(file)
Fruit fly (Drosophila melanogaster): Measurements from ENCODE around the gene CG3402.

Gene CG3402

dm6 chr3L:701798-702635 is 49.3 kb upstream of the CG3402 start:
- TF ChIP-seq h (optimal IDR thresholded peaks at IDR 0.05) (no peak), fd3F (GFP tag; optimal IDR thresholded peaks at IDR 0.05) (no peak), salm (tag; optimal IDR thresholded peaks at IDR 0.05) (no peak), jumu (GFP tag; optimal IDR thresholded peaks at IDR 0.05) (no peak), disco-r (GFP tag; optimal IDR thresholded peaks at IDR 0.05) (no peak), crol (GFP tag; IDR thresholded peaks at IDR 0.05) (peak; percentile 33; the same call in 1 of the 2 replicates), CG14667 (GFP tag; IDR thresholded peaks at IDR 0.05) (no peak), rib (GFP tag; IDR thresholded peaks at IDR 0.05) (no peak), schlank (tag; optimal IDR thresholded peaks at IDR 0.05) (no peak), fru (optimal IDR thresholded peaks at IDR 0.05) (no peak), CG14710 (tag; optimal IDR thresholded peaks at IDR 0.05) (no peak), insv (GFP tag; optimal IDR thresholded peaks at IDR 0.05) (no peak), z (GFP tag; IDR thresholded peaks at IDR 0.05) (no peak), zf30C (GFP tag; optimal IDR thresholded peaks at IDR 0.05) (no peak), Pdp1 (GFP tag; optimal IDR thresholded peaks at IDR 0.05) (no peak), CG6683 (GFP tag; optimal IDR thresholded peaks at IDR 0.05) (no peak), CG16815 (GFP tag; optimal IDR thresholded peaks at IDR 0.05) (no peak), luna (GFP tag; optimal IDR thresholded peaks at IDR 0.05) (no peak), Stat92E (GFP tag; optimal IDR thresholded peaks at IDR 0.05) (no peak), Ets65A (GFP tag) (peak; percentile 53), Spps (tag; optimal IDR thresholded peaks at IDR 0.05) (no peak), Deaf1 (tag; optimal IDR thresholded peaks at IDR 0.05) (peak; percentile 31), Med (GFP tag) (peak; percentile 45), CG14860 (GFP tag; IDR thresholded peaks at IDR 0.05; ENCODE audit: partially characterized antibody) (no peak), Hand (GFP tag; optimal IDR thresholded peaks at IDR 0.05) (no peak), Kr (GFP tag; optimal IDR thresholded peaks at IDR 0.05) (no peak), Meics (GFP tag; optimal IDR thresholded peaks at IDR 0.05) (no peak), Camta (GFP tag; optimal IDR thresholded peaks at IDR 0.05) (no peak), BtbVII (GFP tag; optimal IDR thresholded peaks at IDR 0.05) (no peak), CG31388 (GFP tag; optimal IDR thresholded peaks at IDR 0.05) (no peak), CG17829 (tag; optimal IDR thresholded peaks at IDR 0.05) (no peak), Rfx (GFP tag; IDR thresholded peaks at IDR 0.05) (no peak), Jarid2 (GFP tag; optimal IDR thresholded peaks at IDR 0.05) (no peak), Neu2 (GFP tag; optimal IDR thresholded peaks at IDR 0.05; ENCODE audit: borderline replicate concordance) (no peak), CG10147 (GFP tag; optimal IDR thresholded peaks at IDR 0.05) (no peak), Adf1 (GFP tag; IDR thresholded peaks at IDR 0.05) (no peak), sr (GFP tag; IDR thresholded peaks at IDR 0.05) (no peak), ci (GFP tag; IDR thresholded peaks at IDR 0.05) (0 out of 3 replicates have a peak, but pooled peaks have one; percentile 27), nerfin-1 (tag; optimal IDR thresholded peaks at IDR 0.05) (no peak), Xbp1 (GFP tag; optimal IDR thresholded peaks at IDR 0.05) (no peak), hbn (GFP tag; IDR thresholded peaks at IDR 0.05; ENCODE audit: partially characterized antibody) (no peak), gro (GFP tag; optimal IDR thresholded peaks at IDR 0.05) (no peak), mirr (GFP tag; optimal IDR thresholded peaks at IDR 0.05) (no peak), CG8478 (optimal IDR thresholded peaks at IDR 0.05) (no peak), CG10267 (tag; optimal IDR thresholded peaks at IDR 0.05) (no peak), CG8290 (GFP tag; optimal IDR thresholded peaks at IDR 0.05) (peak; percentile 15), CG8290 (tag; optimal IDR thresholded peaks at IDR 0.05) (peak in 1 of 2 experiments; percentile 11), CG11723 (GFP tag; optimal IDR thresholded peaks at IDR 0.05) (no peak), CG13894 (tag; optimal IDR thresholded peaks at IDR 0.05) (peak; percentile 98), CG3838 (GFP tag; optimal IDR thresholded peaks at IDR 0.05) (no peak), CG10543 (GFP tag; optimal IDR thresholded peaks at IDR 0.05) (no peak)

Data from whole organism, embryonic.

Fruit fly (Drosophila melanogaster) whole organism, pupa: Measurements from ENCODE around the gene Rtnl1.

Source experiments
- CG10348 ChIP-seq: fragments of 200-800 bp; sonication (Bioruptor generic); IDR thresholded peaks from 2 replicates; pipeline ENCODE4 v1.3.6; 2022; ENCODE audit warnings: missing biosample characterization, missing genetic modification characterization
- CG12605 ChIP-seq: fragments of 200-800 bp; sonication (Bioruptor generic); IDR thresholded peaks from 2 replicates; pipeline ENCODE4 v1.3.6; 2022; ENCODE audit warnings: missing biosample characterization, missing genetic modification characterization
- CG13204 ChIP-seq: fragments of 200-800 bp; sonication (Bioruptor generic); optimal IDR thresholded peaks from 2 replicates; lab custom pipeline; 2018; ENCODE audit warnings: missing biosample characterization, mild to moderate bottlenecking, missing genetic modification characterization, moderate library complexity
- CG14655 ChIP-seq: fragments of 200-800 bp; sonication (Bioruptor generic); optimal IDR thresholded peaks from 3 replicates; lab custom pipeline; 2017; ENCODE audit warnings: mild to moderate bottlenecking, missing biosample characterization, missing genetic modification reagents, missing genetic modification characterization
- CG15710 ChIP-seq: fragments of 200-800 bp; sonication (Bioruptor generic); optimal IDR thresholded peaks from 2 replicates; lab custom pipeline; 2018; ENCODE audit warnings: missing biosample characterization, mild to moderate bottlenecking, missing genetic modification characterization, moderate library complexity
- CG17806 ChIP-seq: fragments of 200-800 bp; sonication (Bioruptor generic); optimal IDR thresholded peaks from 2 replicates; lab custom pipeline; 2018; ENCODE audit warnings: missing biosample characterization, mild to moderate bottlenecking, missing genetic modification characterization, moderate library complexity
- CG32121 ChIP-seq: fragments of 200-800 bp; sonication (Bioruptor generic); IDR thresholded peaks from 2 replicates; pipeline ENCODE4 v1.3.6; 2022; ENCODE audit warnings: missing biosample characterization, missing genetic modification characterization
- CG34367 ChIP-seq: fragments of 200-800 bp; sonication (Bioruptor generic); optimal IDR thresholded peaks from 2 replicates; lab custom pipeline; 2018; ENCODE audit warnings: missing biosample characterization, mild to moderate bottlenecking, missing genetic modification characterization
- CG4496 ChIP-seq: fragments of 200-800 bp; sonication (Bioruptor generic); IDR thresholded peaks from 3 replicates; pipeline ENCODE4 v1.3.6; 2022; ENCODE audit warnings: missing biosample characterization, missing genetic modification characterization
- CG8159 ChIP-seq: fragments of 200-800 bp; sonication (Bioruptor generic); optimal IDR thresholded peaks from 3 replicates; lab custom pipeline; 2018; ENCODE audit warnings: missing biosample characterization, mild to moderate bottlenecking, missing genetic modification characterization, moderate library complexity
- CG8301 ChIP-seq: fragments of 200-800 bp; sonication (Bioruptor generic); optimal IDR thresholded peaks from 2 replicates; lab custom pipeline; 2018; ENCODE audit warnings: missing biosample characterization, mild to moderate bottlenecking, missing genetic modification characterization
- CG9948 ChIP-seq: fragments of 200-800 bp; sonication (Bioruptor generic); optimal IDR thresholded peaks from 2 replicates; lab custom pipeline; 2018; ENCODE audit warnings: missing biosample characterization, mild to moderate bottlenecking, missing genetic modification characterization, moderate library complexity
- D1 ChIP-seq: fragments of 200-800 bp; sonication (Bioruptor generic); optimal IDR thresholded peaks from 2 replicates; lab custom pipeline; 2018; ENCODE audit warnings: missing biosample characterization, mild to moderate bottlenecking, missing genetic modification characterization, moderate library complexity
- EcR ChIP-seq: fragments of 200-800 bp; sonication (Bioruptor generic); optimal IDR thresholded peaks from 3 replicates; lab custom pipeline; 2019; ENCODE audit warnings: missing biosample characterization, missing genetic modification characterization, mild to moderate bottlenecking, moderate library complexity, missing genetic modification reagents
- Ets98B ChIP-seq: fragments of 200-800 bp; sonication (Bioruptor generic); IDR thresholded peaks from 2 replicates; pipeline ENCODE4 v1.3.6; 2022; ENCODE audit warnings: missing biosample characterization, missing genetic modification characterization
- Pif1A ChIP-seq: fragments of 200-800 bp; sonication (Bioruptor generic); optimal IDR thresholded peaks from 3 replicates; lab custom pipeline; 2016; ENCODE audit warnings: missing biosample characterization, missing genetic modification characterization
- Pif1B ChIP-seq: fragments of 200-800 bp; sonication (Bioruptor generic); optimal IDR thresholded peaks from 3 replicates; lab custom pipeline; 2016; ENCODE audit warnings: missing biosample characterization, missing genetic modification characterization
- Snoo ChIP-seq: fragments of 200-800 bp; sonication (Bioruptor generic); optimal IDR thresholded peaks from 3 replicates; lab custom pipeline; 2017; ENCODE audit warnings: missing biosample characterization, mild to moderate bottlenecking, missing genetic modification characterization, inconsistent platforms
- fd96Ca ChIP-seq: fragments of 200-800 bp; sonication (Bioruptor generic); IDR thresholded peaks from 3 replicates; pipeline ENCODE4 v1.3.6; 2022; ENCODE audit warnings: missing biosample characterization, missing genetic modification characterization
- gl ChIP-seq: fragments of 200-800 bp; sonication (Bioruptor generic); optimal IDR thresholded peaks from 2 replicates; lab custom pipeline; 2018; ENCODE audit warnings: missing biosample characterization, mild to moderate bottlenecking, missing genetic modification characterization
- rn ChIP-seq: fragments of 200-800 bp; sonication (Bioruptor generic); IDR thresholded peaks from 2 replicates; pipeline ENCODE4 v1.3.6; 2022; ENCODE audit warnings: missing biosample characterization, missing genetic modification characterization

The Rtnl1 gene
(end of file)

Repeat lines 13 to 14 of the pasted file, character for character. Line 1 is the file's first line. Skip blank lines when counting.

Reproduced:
- CG17806 ChIP-seq: fragments of 200-800 bp; sonication (Bioruptor generic); optimal IDR thresholded peaks from 2 replicates; lab custom pipeline; 2018; ENCODE audit warnings: missing biosample characterization, mild to moderate bottlenecking, missing genetic modification characterization, moderate library complexity
- CG32121 ChIP-seq: fragments of 200-800 bp; sonication (Bioruptor generic); IDR thresholded peaks from 2 replicates; pipeline ENCODE4 v1.3.6; 2022; ENCODE audit warnings: missing biosample characterization, missing genetic modification characterization